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Harris v. Perez

United States District Court, E.D. New York

October 31, 2017

PAUL HARRIS, Petitioner,
ADA PEREZ, Respondent.



         In November 2011, Petitioner Paul Harris ("Petitioner") was convicted after a jury trial in the Supreme Court of the State of New York, Kings County, of manslaughter in the second degree and sentenced to an indeterminate term of four to twelve years' imprisonment. After the judgment of conviction was affirmed on direct appeal, Petitioner filed the instant petition for a writ of habeas corpus pursuant to 28 U.S.C. § 2254, arguing that the trial court 1) deprived him of a fair trial by permitting the prosecution to impeach its own witness in violation of New York Criminal Procedure Law ("CPL") § 60.35 and 2) imposed an excessive sentence. For the reasons set forth below, the petition is denied and this case is dismissed.


         Shortly before 11:30 p.m. on July 6, 2009, a gunfight erupted in and around the courtyard of a three-building housing complex located at 1605, 1615 and 1625 Fulton Street, Brooklyn. Officers arrived at the scene to discover one man, later identified as Rasheed Craig, lying on the ground in front of 1625 Fulton Street and another man, later identified as David Fuller, lying in front of the building directly across the courtyard: 1605 Fulton Street ("1605"). Both men had been shot and Craig had been fatally wounded. There were .45 caliber shell casings on the ground in front of 1605, rifle casings in the lobby of that building, and extensive damage to the glass in the vestibule separating the lobby of 1605 from the courtyard.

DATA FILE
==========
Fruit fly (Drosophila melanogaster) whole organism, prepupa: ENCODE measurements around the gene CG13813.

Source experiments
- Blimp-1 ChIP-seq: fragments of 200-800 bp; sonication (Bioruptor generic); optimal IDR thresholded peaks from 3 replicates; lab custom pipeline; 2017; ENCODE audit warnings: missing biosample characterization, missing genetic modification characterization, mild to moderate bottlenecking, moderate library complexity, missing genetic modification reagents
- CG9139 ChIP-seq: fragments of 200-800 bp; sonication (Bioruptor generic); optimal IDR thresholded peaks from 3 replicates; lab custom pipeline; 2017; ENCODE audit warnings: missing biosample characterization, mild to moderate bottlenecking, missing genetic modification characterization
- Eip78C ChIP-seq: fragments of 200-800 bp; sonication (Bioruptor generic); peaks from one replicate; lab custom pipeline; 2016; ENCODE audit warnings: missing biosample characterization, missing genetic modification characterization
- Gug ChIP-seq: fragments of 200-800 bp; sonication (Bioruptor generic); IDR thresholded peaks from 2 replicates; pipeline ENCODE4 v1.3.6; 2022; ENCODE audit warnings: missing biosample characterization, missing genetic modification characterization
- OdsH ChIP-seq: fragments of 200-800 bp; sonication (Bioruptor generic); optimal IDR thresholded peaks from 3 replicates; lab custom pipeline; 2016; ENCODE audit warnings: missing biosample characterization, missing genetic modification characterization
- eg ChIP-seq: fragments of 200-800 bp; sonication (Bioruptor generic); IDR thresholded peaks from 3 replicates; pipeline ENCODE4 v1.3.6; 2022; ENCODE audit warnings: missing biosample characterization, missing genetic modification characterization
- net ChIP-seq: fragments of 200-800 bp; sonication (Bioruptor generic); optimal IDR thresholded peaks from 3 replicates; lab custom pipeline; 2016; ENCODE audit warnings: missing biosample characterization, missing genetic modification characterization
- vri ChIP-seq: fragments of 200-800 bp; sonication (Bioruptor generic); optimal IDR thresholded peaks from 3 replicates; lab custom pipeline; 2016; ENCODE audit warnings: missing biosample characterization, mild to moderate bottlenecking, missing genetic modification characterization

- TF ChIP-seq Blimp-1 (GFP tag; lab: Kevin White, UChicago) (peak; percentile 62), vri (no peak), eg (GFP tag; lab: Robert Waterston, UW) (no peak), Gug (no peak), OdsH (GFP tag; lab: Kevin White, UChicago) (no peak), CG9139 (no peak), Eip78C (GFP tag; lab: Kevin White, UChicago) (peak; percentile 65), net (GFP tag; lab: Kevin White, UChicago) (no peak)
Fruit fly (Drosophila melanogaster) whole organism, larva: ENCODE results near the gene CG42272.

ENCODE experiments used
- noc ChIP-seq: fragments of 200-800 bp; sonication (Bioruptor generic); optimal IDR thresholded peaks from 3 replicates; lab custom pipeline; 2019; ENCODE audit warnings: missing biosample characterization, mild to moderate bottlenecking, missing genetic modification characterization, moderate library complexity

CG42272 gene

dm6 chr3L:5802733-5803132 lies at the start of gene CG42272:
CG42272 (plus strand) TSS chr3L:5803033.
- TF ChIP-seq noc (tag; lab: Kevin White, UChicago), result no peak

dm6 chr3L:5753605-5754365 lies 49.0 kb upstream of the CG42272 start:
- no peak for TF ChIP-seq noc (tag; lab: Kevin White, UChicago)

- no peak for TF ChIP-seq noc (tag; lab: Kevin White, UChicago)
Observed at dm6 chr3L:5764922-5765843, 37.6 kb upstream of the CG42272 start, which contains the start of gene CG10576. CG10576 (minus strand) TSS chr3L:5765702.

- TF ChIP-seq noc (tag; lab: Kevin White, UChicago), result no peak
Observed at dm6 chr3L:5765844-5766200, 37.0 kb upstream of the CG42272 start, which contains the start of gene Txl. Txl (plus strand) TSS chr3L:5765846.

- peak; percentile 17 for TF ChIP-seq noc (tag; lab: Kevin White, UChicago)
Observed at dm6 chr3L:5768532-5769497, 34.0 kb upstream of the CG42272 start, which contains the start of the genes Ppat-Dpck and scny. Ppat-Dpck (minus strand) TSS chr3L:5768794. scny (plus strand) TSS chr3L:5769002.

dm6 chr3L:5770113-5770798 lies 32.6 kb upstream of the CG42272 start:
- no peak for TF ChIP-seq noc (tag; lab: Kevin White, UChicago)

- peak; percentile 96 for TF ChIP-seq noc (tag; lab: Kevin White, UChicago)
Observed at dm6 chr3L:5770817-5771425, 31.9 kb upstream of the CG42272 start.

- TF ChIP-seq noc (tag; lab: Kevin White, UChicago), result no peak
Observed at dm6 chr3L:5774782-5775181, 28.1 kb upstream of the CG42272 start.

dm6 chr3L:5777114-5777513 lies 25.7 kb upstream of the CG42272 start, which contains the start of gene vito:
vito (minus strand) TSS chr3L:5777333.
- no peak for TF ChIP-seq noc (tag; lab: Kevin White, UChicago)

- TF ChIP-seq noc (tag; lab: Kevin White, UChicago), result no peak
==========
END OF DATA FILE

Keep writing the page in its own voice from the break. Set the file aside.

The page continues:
Over the next two days, the police canvassed 1605. The lead detective, Patrick Crosby, interviewed several witnesses, including Fuller and Robert Holt, a man who had been grazed by one of the bullets. On July 7, 2011, Crosby spoke to Holt's brother, Petitioner, who came to the 81st Precinct seeking information regarding the investigation. Petitioner initially told Crosby that he was not an eyewitness, claiming that he went to his grandmother's apartment in 1605 upon hearing the gunfire and was in the apartment at the time of the shooting. The next evening, however, Petitioner met with Detective Chris Wright, a deacon in the church that his grandmother and aunt attended, and admitted to firing an assault rifle from inside the lobby of 1605.

         Upon Wright's recommendation, Petitioner surrendered at the 81st Precinct in the early morning hours of July 9, 2009, and was arrested by Crosby. The lead detective then re-interviewed Fuller, who told him that he had seen Petitioner firing an AK-47, a type of assault rifle, from the lobby of 1605 toward the courtyard. Fuller, who had been in the vestibule located between the lobby and the courtyard during the shooting, assumed that one of the bullets fired by Petitioner had struck him.